Surface and interfacial properties of nonaqueous-phase liquid mixtures released to the subsurface at the hanford site

Scoti R. Nellis, Hongkyu Yoon, Charles J. Werth, Mart Oostrom, Albert J. Valocchi

Research output: Contribution to journalArticlepeer-review

Abstract

Surface and interfacial tensions are key parameters aff ecting nonaqueous-phase liquid (NAPL) movement and redistribu tion in the subsurface atier spill events. In this study, the impact of major additive components on surface and interfacial tensions for organic mixtures and wastewater was investigated. Organic mixture and wastewater composi- tions were based on CCl 4 mixtures released at the U.S. Department of Energy's Hanford site, where CCl 4 was discharged simultaneously with dibutyl butyl phosphonate, tributyl phosphate, dibutyl phosphate, and a machining lard oil. A considerable amount of wastewater consisting primarily of nitrates and metal salts was also discharged. The measured tension values revealed that the addition of these additive components caused a signifi cant lowering of the interfacial tension with water or wastewater and the surface tension of the wastewater phase in equilibrium with the organic mixtures, compared with pure CCl 4, but had minimal eff ect on the surface tension of the NAPL itself. These results led to large diff erences in spreading coeffi cients for several mixtures, where the additives caused both a higher (more spreading) initial spreading coeffi cient and a lower (less spreading) equilibrium spreading coeffi cient. This indicates that if these mixtures migrate into uncontaminated areas, they will tend to spread quickly but will form a higher residual NAPL saturation atier equilibrium than pure CCl 4. With time, CCl 4 probably volatilizes more rapidly than other components in the originally disposed mixtures and the lard oil and phosphates would become more concentrated in the remaining NAPL, resulting in a lower interfacial tension for the mixture. These results show that the behavior of organic chemical mixtures should be accounted for in fl ow and transport models.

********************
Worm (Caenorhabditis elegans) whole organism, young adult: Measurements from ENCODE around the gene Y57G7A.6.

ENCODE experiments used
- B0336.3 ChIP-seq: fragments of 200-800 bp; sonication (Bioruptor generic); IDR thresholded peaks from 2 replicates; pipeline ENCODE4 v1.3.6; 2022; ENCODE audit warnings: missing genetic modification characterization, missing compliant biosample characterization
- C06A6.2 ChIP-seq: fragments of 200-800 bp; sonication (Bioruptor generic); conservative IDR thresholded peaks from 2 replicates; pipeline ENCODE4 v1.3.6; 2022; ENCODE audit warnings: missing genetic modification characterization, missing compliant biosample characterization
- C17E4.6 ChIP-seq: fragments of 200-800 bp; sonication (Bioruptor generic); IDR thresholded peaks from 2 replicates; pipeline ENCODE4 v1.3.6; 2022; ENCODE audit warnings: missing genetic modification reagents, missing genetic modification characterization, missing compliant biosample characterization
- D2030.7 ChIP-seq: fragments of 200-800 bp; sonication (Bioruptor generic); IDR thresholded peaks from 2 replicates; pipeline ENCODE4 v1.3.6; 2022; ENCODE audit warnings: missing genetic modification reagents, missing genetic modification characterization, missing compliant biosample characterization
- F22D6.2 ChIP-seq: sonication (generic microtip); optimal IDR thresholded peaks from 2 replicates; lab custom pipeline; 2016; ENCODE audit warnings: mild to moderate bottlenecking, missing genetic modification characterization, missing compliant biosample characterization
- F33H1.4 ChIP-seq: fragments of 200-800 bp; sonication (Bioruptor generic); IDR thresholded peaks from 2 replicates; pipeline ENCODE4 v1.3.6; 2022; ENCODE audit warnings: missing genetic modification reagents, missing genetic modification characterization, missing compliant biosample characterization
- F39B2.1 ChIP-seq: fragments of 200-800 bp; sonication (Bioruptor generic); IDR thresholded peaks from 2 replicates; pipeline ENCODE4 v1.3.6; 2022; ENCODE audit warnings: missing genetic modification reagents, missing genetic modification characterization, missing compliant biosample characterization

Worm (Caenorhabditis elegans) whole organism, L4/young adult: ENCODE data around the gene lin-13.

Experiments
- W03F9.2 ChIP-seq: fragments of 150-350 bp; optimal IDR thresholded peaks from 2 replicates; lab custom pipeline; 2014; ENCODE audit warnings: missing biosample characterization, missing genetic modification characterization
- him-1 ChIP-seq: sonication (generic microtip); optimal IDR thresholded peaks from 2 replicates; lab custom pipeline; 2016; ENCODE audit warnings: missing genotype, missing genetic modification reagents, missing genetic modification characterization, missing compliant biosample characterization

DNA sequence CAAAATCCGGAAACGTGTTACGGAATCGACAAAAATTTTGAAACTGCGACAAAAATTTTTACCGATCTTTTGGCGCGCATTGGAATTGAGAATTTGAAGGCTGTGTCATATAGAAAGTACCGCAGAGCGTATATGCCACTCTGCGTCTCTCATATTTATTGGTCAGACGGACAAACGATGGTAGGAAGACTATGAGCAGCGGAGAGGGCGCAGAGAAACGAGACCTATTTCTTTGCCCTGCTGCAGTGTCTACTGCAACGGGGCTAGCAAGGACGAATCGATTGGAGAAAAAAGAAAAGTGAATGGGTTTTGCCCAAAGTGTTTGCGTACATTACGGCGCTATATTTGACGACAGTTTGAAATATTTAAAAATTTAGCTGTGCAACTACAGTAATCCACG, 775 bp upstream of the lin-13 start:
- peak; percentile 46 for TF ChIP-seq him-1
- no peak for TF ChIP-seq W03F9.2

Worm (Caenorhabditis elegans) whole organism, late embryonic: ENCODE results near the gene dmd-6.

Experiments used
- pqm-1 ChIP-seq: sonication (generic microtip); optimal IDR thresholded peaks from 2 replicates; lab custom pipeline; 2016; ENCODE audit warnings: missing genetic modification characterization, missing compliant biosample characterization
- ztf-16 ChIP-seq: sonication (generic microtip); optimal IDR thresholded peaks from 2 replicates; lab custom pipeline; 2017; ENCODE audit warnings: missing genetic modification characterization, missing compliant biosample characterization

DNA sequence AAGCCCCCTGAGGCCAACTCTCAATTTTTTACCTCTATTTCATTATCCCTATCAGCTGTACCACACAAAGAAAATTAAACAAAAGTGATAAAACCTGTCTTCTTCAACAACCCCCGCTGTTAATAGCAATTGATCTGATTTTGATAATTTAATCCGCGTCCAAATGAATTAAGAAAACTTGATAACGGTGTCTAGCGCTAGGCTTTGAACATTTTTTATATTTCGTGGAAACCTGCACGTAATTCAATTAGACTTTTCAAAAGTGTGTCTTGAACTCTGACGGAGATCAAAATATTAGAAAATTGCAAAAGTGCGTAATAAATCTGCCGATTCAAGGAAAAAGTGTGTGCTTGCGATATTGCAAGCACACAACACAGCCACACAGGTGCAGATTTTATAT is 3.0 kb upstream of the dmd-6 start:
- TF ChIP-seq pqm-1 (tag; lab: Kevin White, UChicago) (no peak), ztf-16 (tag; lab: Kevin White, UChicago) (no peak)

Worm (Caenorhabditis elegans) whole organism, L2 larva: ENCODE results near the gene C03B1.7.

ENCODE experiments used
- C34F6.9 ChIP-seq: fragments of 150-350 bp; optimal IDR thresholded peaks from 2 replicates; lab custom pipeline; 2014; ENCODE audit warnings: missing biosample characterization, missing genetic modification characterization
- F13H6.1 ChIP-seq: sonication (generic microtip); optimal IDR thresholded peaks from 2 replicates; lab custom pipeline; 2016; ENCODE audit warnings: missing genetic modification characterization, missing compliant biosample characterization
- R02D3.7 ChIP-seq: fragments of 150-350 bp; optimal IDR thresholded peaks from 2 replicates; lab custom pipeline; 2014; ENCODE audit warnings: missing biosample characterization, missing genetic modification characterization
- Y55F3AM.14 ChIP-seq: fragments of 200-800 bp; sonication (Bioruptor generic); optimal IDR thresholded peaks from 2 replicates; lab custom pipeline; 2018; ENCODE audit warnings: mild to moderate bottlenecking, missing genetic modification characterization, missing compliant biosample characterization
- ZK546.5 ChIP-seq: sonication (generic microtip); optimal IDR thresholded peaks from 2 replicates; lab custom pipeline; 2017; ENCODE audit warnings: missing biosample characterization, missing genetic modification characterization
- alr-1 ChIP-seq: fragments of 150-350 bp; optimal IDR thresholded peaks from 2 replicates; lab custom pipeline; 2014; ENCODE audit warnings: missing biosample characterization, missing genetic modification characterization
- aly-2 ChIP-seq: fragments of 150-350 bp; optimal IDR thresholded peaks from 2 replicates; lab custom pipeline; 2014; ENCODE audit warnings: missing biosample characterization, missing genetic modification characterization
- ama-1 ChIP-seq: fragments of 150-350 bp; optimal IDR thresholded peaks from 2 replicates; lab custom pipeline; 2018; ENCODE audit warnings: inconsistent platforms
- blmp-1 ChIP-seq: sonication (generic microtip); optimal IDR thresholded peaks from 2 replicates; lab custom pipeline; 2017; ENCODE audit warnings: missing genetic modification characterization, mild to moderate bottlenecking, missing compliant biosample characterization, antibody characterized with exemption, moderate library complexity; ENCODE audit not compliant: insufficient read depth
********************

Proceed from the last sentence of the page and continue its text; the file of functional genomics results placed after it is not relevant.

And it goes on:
Original languageEnglish (US)
Pages (from-to)343-351
Number of pages9
JournalVadose Zone Journal
Volume8
Issue number2
DOIs
StatePublished - May 2009

ASJC Scopus subject areas

  • Soil Science

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